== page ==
This is a brilliant, MUST READ, blog by Ambrose Evans-Pritchard, published in the Telegraph. Check it out!
Rarely, do I agree with every argument in an article but Ambrose Evens-Pritchard has dissected this complex subject with surgical precision.
For me, this sums up the sorry mess of the troika of the IMF, EC and the ECB in their bungling of individual country rescue plans to protect special interests; special interests came first and countries like Greece received excessive austerity crippling the economic life of her citizens. The article correctly targets the first Greek bailout was more about protecting French and German banks from the consequences of bad loans to Greece; it was not about helping Greece. Again and again, we see self-interest for big, bullying countries like Germany and France come first, rather than what is best for the wider EU or a member country that is economically stricken and looking for help.
To be far to Angela Merkel, Germany’s Chancellor, she called in the IMF because she was wary of the consistency of economic policies likely to be deployed by the EC. Personally, I have, historically, not been impressed with the record of the IMF; for decades it was excessively strict about the neoliberal medicine that it prescribed, causing unnecessary hardship, in my view, to millions of people in beleaguered countries. These days, the IMF is more balanced, also prescribing Keynesian medicine, which I respect. Most importantly, the IMF was right to come clean and share publicly the failures of the first Greek bailout.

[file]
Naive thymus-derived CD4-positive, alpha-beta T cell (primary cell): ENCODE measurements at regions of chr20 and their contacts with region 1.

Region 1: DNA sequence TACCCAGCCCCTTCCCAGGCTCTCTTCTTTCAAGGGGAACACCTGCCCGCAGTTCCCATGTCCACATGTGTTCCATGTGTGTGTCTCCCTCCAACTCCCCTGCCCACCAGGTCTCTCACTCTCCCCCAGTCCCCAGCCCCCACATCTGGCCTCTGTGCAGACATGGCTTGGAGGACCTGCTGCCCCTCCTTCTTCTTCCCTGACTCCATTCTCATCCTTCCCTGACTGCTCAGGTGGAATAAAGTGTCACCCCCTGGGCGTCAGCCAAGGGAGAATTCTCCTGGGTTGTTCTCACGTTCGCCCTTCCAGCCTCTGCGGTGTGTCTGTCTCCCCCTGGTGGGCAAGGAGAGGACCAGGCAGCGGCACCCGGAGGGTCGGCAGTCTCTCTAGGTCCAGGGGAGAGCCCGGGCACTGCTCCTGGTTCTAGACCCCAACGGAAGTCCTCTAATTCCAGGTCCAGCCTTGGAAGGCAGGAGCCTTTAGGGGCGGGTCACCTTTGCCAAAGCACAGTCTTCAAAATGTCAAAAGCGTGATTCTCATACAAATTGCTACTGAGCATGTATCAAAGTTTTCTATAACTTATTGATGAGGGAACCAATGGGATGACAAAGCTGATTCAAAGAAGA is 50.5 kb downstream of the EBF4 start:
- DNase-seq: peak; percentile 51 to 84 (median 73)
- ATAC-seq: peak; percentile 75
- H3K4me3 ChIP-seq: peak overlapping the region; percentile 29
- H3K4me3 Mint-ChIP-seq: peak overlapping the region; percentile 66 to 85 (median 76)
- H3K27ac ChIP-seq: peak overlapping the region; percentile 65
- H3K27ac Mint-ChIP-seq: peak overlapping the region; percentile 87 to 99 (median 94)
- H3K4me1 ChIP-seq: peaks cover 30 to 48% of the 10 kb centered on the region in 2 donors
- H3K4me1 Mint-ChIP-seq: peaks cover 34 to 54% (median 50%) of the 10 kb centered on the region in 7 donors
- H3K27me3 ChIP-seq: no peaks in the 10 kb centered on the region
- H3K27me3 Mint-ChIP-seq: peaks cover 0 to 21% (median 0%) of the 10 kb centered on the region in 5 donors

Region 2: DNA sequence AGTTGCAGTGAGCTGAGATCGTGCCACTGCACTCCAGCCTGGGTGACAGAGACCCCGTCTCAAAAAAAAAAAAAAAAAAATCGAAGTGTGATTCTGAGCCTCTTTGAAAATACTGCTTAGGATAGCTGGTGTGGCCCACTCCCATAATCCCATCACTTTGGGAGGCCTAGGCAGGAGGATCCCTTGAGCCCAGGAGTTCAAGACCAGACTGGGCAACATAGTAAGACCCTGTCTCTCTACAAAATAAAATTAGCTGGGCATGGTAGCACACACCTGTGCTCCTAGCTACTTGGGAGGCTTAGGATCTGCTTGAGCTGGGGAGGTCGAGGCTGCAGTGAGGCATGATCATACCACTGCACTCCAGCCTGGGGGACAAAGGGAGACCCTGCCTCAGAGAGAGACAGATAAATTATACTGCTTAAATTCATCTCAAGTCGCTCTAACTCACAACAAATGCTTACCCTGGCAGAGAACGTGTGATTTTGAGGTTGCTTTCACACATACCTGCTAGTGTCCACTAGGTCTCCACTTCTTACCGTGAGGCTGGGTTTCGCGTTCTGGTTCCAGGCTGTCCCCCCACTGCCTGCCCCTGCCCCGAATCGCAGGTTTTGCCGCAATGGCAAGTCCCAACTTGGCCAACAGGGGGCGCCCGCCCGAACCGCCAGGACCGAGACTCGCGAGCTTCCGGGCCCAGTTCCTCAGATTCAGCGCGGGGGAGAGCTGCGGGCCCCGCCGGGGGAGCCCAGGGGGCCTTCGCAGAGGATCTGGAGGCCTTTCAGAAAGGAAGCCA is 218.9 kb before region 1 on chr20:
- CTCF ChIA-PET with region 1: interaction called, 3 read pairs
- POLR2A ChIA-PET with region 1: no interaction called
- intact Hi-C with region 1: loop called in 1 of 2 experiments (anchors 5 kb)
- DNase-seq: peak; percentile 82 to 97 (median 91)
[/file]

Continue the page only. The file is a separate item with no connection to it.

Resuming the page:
I too think that it is right to call for Olli Rehn, at the EC, to resign. Sadly, Olli Rehn is just the tip of the iceberg which shows that the modern EU is torn between national politics and bureaucracy. In this jungle, Germany and France are the bullies and other smaller countries are at the mercy of the resultant policies prescribed by the EC. We have recently seen how France has been able to push-back on EU budgetary policy and was granted a reprieve from EC rules on national budgets.
The World’s media has been hard on German politicians for putting German voters interests first, ahead of the wider EU and other members’ national interests. So far, there has been limited concentration on the behind the scenes lobbying by France; it seems that France does not need to play by the same set of rules. For me, the excessively arrogant French political classes are just as much an anachronism as the corrupt Greek political classes.
Once again, what a mess!